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I'm not even sure what this principle is called or how to search for it, so I sincerely apologize if it has been brought up before, but the best way to do it is with an example.

class Properties
{
  public string Name { get; set; }
}

class MyClass
{
    class SubProperties: Properties
    {
        public override Name
        {
            get { return GetActualName(); }
            set { SetActualName(value); }
        }
    }

    public SubProperties ClassProperties;

    private string GetActualName()
    {
        return SomeFunction();
    }

    private void SetActualName(string s)
    {
        ClassProperties.Name = SomeOtherFunction(s);
    }
}

The idea is to have any object that instantiates MyClass have a fully accessible property ClassProperties. To that object, it would look exactly like a Properties object, but behind the scenes, MyClass is actually computing and modifying the results of the fields. This method of declaration is obviously wrong since I can't access GetActualName() and SetActualName() from within the SubProperties definition. How would I achieve something like this?

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2 Answers 2

up vote 2 down vote accepted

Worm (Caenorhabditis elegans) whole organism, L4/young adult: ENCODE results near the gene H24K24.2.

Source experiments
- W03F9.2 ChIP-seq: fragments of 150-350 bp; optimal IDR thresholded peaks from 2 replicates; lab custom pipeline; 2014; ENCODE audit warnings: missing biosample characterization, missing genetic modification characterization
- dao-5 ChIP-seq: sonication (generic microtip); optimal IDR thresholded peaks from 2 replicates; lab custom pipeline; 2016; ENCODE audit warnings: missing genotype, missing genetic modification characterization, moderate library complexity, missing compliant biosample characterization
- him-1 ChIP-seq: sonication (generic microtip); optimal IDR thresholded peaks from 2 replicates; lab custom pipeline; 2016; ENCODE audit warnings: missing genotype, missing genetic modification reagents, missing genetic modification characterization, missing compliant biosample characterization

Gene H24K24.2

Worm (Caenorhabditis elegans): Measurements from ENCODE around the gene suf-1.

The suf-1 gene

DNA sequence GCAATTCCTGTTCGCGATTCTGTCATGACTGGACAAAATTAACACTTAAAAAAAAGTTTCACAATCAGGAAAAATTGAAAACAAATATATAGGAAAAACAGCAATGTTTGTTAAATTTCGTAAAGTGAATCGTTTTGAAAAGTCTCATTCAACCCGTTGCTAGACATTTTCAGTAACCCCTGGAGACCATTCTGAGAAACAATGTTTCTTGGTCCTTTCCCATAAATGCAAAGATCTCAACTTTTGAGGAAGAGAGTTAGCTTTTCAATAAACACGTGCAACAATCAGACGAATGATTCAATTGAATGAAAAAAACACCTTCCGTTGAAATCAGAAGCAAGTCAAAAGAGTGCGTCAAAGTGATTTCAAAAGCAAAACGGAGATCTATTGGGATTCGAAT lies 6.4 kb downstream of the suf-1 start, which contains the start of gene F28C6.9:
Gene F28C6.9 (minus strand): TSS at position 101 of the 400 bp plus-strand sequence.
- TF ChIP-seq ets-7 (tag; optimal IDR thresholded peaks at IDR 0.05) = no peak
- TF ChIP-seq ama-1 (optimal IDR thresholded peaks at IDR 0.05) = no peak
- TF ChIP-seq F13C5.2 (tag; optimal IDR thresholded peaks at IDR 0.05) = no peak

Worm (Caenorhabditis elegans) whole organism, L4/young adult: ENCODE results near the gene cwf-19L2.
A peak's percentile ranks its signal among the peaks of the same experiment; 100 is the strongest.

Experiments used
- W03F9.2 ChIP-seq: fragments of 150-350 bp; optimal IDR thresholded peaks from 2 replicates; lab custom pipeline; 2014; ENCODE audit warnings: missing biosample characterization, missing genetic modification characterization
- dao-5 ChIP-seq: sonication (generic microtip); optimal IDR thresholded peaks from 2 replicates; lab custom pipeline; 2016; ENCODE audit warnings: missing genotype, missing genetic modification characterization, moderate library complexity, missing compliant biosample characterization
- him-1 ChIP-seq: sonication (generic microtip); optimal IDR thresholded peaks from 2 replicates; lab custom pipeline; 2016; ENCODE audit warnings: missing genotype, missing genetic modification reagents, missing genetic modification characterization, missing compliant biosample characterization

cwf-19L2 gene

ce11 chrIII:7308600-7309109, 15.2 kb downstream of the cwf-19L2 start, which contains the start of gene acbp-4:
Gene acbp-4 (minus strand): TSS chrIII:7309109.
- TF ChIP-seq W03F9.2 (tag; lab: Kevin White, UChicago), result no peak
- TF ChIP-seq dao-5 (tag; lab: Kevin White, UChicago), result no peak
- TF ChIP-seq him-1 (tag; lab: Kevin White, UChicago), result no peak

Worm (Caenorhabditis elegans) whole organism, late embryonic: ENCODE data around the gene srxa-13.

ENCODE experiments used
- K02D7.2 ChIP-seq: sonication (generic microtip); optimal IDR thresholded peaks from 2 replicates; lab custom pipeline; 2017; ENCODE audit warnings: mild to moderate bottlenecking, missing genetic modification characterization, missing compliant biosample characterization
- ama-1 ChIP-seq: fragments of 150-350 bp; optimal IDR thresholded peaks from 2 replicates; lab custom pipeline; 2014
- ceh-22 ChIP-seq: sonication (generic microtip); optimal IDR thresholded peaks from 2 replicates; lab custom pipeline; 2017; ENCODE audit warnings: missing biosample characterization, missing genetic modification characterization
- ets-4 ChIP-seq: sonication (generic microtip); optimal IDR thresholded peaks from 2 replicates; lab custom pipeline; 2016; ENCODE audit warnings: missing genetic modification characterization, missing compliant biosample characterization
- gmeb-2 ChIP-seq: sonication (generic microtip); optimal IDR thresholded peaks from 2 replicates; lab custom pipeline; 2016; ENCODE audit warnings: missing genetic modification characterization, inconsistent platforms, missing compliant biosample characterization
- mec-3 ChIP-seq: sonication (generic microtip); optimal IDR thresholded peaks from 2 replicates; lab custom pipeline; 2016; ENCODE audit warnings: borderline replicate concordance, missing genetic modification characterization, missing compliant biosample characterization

Are you looking for something like this?

abstract class Properties
{
    public abstract string Name { get; set; }
}

class MyClass
{
    private class SubProperties : Properties
    {
        private MyClass myClass;

        public SubProperties(MyClass myClass)
        {
            this.myClass = myClass;
        }

        public override Name
        {
            get { return this.myClass.GetActualName(); }
            set { this.myClass.SetActualName(value); }
        }
    }

    private string name;

    public MyClass
    {
        this.MyClassProperties = new SubProperties(this);
    }

    public Properties MyClassProperties { get; private set; }

    private string GetActualName()
    {
        return this.name;
    }

    private void SetActualName(string s)
    {
        this.name = s;
    }
}

You need to pass a reference to a MyClass instance to the SubProperties instance if you want to access MyClass methods from SubProperties.

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This looks like what I'm after, I'll give it a shot. The only real difference is that in my case there is no private variable "name" in MyClass - it's actually reading/writing to a socket but I want to hide that completely from the calling object. Thanks! –  Diego Mar 28 '10 at 20:25
    
Perfect. That did the trick. –  Diego Mar 28 '10 at 20:39
public virtual string Name { get; set; }
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